You can also use this script with some pictures of hardware to make them look more interesting, if the hardware shot is dead front and if it doesn't have any border at the bottom. Use an angle value of 0, this will place your hardware onto that virtual glossy carbon plastic that makes it look nicer. See below for an embellished Sun Fire T5440 Server, the new flagship in our line of Chip-Multi-Threading (CMT) servers.

This script should work on any unixoid OS, especially Solaris, that understands sh and where a reasonably recent (6.x.x) version of ImageMagick and POV-Ray are available.

You can get ImageMagick and POV-Ray from their websites. On Solaris, you can easily install them through Blastwave. The version of ImageMagick that is shipped with Solaris in /usr/sfw is not recent enough for the way I'm using it, so the Blastwave version is recommended at the moment.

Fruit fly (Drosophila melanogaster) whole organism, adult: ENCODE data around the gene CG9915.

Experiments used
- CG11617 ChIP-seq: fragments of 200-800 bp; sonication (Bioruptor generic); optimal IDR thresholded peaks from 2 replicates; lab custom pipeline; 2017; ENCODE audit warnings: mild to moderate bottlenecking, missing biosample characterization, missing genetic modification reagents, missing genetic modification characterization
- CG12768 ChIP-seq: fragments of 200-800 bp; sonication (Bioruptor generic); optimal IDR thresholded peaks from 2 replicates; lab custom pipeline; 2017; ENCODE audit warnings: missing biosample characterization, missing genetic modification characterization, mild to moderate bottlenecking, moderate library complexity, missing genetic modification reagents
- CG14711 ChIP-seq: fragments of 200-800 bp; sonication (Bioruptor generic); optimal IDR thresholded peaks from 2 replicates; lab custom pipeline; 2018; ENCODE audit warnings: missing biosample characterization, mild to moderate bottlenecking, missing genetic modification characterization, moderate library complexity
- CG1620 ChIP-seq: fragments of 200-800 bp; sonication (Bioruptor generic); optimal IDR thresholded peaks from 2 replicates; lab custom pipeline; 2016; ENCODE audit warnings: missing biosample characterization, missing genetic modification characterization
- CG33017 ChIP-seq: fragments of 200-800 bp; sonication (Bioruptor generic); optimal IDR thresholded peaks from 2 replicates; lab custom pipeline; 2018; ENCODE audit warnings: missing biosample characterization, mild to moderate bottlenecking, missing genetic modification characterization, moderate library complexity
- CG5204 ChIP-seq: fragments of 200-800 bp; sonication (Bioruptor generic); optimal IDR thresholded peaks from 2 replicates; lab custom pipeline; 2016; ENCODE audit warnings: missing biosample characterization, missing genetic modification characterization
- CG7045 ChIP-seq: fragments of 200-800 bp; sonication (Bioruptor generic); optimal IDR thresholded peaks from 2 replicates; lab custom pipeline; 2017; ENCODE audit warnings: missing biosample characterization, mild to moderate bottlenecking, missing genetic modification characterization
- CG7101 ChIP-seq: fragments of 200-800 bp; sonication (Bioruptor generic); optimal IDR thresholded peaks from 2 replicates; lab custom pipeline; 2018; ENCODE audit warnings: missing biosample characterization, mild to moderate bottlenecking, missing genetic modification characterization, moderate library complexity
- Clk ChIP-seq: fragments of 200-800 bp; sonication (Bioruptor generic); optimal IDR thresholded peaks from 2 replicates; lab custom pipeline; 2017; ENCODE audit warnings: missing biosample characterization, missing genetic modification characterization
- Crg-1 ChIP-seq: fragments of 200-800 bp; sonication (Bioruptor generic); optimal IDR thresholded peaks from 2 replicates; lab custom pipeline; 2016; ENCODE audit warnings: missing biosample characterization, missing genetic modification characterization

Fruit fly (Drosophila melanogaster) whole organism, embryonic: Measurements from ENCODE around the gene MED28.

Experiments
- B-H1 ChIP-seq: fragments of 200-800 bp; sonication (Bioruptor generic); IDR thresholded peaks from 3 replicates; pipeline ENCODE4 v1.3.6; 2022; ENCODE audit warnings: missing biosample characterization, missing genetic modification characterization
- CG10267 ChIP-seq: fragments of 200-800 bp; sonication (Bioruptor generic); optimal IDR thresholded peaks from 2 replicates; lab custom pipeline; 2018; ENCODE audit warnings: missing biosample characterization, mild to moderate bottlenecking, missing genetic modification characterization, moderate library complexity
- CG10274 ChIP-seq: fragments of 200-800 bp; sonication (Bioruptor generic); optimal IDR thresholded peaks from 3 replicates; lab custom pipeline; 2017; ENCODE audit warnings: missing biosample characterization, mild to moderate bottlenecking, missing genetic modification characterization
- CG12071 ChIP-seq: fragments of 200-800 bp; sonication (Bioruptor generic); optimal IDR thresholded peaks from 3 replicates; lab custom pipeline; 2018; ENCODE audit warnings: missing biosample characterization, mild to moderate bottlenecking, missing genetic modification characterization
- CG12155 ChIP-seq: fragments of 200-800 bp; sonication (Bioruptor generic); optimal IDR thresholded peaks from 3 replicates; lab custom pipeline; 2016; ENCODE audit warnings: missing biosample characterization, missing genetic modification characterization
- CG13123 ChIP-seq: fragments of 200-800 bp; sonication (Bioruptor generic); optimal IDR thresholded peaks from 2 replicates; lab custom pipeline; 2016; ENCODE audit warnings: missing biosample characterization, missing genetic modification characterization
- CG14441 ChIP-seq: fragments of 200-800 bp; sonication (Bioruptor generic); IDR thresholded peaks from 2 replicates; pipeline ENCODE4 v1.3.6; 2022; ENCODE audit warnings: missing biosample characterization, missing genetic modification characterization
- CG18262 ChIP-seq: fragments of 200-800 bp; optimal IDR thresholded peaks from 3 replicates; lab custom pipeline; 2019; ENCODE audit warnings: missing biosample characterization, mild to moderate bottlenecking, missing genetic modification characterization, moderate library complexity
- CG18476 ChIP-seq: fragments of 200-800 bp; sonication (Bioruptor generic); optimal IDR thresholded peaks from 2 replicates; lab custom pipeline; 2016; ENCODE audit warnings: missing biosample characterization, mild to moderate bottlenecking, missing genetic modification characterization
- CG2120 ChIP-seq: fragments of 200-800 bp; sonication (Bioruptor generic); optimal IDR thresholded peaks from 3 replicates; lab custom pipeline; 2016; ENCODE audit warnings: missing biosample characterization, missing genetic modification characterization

The Sun Fire T5440 Server, plus some added shinyness.The script is free, open source, distributed under the CDDL and you don't have to attribute its use when using the resulting images in your own presentations, websites, or other derivative work.

It's free as in "free beer". Speaking of which, if you like this script, leave a comment or send me email at constantin at sun dot com telling me what you did with it, what other features you'd like to see in the script and where I can meet you for some beer :).



Tune in and find out useful stuff about Sun Solaris, CPU and System Technology, Web 2.0 - and have a little fun, too!